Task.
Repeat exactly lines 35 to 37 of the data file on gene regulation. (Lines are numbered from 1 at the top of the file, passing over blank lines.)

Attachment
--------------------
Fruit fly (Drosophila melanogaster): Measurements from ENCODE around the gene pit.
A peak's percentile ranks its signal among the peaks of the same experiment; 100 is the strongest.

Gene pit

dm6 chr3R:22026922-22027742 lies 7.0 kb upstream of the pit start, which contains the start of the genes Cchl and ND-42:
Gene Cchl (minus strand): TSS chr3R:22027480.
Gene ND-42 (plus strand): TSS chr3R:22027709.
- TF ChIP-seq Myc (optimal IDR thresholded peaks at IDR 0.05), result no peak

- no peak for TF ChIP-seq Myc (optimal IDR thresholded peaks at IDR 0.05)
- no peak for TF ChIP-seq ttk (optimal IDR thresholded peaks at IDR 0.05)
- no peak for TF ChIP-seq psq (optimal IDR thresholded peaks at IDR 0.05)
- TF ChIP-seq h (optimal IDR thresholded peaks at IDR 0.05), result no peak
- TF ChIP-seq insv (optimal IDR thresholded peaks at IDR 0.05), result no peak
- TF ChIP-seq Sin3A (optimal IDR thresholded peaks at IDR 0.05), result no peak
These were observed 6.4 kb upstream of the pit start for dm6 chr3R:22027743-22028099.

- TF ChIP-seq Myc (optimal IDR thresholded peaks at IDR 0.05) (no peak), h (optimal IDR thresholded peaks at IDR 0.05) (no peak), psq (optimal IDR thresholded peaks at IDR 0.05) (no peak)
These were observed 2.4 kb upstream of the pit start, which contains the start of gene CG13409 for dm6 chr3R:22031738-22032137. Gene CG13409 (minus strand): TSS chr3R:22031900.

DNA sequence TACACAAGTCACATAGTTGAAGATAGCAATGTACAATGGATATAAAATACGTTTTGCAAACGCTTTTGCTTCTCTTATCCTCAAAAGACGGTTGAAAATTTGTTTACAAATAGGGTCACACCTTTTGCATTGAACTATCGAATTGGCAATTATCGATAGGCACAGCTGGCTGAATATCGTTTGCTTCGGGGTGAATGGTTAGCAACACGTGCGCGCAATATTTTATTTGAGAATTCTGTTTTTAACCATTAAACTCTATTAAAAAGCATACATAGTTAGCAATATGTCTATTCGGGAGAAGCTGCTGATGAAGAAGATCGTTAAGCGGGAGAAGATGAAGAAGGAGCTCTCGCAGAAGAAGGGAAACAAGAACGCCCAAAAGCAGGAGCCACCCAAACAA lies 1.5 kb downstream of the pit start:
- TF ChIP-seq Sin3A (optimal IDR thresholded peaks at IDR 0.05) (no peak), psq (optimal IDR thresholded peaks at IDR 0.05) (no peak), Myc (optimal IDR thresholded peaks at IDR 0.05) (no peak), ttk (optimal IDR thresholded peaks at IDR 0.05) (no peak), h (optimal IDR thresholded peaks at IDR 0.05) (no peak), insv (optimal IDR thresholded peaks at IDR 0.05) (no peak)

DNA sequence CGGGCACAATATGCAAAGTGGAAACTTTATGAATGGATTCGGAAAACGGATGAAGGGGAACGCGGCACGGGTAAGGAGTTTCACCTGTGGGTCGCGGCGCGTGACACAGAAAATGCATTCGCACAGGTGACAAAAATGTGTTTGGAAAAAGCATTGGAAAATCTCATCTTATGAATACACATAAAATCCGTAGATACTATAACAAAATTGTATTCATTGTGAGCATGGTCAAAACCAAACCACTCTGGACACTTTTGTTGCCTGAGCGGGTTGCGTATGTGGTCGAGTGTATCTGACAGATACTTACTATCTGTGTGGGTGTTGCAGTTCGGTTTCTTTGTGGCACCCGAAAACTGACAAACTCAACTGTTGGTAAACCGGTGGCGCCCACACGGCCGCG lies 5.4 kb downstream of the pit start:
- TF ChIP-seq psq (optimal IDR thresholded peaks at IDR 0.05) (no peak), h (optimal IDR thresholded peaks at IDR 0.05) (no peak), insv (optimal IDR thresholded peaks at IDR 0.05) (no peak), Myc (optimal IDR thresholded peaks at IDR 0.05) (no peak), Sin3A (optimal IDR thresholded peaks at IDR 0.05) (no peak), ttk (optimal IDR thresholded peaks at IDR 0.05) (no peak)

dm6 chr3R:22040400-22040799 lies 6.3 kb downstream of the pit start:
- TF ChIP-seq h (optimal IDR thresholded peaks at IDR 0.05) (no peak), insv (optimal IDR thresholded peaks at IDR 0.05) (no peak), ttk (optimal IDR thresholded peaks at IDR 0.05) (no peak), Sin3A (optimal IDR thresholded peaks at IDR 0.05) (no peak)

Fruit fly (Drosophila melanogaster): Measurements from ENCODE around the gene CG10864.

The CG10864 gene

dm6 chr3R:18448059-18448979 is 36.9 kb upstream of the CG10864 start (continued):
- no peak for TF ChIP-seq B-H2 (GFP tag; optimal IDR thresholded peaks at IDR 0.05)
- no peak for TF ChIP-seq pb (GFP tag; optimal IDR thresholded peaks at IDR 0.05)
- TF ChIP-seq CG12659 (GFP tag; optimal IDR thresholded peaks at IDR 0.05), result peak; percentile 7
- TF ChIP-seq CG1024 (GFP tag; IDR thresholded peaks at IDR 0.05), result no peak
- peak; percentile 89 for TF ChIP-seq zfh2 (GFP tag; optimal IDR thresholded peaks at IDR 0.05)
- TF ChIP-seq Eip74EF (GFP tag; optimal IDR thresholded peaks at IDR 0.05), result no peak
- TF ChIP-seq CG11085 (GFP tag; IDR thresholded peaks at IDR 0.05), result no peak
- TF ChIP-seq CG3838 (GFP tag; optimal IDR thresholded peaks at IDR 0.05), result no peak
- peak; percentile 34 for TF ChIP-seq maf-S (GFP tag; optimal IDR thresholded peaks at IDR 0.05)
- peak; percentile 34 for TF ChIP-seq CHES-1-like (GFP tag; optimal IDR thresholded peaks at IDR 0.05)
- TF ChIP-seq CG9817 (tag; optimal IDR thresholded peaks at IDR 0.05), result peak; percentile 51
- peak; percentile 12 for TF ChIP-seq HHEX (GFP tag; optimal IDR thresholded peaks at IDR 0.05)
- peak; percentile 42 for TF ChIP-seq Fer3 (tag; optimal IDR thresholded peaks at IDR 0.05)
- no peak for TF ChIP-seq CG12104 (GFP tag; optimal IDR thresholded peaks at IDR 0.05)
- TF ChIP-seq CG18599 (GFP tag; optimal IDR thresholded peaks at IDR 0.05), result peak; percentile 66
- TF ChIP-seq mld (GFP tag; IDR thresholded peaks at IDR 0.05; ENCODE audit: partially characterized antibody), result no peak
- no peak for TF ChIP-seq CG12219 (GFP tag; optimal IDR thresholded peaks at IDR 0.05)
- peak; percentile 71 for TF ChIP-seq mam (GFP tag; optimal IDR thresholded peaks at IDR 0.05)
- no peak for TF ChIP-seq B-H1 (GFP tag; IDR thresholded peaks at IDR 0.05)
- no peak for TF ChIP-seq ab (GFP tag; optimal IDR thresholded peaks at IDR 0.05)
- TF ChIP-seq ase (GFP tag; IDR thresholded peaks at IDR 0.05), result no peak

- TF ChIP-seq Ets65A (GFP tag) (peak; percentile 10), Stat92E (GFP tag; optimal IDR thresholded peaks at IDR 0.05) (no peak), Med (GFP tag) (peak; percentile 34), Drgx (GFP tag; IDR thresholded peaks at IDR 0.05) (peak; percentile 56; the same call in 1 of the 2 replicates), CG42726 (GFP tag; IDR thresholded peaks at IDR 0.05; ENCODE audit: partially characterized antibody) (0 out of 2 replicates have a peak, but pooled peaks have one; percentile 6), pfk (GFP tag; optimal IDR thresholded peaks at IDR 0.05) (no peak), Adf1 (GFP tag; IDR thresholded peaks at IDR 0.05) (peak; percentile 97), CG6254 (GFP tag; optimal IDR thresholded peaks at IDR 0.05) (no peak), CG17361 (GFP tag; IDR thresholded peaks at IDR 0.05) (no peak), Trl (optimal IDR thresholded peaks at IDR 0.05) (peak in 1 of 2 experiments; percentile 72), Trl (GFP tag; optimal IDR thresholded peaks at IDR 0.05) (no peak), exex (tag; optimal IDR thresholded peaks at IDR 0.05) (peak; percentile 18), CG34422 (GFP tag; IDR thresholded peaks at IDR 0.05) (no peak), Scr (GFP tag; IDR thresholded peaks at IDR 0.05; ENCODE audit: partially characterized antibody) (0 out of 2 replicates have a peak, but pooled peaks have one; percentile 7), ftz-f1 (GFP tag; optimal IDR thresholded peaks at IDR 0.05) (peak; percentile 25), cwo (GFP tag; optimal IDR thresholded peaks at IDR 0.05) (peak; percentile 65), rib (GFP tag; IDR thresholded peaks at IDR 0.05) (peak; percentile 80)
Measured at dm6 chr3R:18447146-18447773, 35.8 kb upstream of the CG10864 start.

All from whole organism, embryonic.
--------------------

- peak; percentile 34 for TF ChIP-seq CHES-1-like (GFP tag; optimal IDR thresholded peaks at IDR 0.05)
- TF ChIP-seq CG9817 (tag; optimal IDR thresholded peaks at IDR 0.05), result peak; percentile 51
- peak; percentile 12 for TF ChIP-seq HHEX (GFP tag; optimal IDR thresholded peaks at IDR 0.05)